Why investing in the hope of a unique outcome can be a huge mistake


When choosing stocks to invest in, it can be easy to navigate to a particular story. But if this positive narrative is based on a singular binary result (a certain event does or does not happen), it can lead to disastrous mistakes. In this Motley Fool Live segment of “The 5” recorded on October 1st, Fool.com contributors Jason Hall and Jon Quast discuss the issue of trading a stock based on a binary outcome.

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Jason Hall: Infrastructure week, guys, I think we’re 27 in infrastructure week. Going aside, we have bipartisan support for this. Everyone knows that in the United States we have to spend tens of billions of dollars to improve our infrastructure, but Congress just can’t seem to get by. But we’re not going to talk about politics, we’re not going to talk about our own partisan positions here. This is not what we do. That’s not what the good fools back home are here to see.

Let’s talk about investment mistakes. Actually, which I’m going to do because I think it was just mind blowing because it’s like one of those things where people look for the craft. How can you profit from the thing? Here are some of the most popular infrastructure stocks on Google and click a bunch of articles just to see what the financial media have written, and these are some of the most popular. That’s what stocks have done over the past month. Trade in infrastructure, guys, hasn’t worked. Much of this has to do with people looking for a specific result. Sometimes we are looking for a binary result, sometimes we are looking for a specific thing. We have all had an experience where we lost money, we made a bad investment, largely related to one thing. Talk about these mistakes. Jon, do you want to start us?

Jon Quest: Yes I do and the company I’m going to talk about here is Go Pro (NASDAQ: GPRO). I am a surfer. When GoPro first came out, I really fell in love with the product. You can take it in the water, take photos of your surf session or video, whatever you want to do, high quality stuff. GoPro, I was a new investor at the time. I’ll show you guys what I was watching here. This is GoPro’s chart from its IPO to where I bought it. I actually started buying here. After that, it fell below $ 50 per share. Why was I interested in GoPro? Well, that was down. You want something inexpensive. You want good cheap stock.

Room: Buy on the dip, baby. Buy on the dip.

Quarter: Exactly. I was really smart. Then I started to aggressively accumulate here. The reason I was accumulating aggressively is because they were getting ready to launch a drone product, so a brand new product, and they’re going to be upgrading their cameras as well. The HERO4 was the newest at the time, and they had been dating the HERO5 for a while. For me it was going to be right in time for Christmas and they were going to sell a cargo of boats. That’s really all I got about the business. I can’t say that I understood the fundamentals of the business better. I can really appreciate it.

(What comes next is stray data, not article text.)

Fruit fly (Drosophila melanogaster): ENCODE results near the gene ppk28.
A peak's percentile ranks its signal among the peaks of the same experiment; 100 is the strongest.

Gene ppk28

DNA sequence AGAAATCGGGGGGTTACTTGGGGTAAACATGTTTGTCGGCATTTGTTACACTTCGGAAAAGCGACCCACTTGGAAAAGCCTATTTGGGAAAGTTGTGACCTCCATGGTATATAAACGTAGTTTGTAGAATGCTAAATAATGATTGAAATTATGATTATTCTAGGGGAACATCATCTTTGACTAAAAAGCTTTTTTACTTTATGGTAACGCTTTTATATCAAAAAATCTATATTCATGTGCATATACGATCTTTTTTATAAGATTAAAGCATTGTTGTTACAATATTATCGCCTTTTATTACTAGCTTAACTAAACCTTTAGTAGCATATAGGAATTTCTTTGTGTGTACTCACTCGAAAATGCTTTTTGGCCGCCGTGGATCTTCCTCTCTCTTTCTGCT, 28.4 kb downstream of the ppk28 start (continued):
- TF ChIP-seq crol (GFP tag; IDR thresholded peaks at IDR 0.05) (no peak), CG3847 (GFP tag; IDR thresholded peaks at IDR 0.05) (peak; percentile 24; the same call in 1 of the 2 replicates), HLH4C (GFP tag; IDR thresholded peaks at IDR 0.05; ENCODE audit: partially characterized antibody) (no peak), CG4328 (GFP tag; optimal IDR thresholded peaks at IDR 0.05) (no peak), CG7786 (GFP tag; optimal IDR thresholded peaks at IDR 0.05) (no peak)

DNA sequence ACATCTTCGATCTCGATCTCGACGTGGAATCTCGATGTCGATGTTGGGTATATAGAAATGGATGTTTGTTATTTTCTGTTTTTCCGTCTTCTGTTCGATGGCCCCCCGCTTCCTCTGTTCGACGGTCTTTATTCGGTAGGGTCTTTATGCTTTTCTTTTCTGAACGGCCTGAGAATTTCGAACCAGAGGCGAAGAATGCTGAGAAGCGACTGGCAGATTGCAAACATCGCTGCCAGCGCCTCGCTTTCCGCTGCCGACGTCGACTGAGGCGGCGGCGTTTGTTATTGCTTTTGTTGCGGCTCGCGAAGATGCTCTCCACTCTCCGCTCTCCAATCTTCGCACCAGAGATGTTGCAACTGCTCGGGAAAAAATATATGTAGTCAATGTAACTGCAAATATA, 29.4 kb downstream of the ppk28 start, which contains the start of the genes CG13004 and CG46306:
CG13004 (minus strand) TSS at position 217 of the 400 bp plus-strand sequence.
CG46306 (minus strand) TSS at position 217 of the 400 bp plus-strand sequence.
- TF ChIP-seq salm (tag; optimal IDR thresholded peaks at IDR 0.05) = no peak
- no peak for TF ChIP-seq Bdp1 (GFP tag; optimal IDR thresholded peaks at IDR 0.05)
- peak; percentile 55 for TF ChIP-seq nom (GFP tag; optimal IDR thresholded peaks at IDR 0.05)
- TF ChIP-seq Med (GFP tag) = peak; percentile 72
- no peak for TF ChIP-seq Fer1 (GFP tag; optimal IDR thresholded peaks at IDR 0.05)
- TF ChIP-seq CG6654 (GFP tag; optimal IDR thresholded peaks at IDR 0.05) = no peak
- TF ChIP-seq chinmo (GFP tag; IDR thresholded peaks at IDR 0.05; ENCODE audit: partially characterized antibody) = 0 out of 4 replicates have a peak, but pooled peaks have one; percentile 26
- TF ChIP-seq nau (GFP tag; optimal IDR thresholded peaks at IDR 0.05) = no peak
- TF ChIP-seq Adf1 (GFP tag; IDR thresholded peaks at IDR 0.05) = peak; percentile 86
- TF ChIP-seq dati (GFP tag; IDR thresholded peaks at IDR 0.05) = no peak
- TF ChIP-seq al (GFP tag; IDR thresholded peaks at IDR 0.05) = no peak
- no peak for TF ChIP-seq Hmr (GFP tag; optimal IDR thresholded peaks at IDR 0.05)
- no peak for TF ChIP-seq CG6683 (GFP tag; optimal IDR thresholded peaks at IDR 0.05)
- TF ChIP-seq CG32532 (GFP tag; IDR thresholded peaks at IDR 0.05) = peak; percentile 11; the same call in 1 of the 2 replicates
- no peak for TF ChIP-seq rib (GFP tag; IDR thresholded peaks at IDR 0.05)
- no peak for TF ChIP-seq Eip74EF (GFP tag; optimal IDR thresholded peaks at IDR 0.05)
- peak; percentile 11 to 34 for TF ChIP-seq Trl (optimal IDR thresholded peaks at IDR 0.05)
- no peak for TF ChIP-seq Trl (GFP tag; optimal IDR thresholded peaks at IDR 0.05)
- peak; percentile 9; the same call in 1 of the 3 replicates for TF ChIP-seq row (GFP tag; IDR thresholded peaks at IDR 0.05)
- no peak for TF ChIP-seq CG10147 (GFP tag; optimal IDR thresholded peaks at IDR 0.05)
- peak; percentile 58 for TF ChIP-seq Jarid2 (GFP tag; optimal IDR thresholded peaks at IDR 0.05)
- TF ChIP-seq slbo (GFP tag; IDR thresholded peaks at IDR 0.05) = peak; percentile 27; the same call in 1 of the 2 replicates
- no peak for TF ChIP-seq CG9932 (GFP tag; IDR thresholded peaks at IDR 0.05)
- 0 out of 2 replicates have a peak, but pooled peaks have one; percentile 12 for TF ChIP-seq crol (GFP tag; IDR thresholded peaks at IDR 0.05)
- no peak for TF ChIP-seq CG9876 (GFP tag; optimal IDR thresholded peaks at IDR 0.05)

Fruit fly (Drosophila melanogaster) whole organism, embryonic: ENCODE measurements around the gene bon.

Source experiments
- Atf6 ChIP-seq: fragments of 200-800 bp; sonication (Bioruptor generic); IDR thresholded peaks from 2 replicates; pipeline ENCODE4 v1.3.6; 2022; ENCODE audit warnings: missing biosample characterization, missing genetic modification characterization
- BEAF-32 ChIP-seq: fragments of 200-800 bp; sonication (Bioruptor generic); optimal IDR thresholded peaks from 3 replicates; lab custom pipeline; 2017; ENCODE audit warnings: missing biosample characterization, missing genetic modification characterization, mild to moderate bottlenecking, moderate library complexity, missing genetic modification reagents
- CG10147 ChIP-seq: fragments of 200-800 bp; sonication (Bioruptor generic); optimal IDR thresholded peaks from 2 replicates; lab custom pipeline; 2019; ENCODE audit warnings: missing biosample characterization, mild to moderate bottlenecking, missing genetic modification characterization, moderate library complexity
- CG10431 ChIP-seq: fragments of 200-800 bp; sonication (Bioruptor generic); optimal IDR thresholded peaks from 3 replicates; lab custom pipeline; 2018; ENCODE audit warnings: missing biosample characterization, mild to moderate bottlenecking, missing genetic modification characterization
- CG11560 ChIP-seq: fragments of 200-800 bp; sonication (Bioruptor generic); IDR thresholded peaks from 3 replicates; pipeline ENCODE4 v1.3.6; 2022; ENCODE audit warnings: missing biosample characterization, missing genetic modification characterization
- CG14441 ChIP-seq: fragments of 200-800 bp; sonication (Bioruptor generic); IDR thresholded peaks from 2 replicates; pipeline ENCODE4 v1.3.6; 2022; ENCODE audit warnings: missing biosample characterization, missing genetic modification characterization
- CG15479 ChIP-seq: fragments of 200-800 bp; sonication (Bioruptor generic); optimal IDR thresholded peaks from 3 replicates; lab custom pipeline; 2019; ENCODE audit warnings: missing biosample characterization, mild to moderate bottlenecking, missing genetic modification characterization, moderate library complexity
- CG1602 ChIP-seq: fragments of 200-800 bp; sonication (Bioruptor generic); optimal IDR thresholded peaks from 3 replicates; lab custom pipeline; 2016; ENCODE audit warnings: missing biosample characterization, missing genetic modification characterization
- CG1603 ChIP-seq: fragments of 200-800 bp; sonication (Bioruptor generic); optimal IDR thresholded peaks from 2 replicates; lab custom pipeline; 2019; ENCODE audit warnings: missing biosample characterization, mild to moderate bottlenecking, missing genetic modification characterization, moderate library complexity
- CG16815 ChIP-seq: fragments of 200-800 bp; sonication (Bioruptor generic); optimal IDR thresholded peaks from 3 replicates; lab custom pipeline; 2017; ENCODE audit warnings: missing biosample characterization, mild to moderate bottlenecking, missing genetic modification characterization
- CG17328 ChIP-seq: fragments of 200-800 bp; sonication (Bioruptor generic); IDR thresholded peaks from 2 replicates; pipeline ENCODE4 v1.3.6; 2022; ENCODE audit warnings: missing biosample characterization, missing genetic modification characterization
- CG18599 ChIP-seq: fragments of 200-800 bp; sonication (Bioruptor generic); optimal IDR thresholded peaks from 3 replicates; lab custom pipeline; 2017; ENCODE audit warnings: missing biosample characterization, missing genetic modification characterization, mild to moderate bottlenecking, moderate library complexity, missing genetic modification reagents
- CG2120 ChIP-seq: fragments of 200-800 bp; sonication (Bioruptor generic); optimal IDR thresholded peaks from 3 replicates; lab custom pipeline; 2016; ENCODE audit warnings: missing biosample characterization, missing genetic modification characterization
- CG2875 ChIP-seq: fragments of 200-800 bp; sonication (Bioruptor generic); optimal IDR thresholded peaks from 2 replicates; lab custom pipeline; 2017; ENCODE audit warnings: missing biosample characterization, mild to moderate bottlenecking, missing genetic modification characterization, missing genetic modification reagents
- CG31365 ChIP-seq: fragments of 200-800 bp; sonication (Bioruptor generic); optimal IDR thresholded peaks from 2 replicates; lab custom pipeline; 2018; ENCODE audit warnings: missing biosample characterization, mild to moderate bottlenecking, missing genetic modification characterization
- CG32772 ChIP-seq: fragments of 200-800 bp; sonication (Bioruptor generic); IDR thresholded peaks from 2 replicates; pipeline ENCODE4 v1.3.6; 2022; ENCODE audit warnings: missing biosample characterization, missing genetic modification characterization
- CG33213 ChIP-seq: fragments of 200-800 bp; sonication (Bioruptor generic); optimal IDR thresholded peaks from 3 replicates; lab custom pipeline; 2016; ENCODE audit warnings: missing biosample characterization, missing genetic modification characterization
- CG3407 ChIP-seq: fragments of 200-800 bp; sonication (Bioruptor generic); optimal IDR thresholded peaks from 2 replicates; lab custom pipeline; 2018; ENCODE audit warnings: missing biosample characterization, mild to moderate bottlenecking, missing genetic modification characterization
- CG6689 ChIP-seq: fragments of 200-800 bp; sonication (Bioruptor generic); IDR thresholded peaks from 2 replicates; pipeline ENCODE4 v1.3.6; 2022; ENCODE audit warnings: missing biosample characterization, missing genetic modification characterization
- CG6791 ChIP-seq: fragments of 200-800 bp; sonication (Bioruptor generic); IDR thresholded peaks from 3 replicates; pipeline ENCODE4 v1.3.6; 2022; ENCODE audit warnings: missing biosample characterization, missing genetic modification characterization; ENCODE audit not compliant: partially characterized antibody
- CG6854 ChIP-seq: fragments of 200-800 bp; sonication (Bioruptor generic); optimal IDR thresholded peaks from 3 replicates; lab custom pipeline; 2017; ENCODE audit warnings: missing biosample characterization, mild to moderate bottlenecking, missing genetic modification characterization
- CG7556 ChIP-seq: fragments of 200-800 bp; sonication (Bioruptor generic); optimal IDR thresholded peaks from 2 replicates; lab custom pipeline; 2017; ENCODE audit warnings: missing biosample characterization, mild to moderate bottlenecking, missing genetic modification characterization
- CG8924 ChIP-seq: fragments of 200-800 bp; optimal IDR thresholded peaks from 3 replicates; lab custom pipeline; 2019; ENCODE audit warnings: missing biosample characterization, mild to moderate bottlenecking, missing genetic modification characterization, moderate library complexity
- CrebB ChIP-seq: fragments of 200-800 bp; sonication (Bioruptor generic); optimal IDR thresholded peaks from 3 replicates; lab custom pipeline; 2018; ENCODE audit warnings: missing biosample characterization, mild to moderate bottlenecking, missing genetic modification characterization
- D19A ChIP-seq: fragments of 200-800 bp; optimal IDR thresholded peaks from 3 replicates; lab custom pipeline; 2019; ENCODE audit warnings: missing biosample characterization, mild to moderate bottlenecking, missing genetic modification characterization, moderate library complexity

Room: That in itself says a lot, doesn’t it?

Quarter: Exactly. For this reason, I can really appreciate very much the same stock traders who are a press release going out and it’s buy, buy, buy, buy, buy, get caught up in the hype. I was that guy. At one point, more than half of my wallet was GoPro. Mistake number two, over-allocation. This is what GoPro has done since then. They ended up not getting their products out on time. They had a problem. They couldn’t get it to stores in time for the Christmas holidays. They ended up not selling what they thought. They had to cut prices, profit margins took a hit, and that’s what GoPro stock has done since.

It was a terrible thing, two lessons there. Above all, do not over-allocate to a single stock. That’s why we say diversify. If something is already five percent of your wallet, maybe buy it no more, as that sets your wallet back from the years when you were wrong. This is the case with GoPro at the start of my career as an investor. Then if your whole buying thesis is based on one event, which in my case selling a cargo of drones on Christmas, if your whole thesis is based on one thing and that thing doesn’t happen, that’s a problem. . Always make sure you have multiple results.

Jason Hall has no position in the stocks mentioned. Jon Quast has no position in the stocks mentioned. Nicholas Rossolillo and his clients have no position in the stocks mentioned. The Motley Fool has no position in any of the stocks mentioned. The Motley Fool has a disclosure policy.

The views and opinions expressed herein are the views and opinions of the author and do not necessarily reflect those of Nasdaq, Inc.


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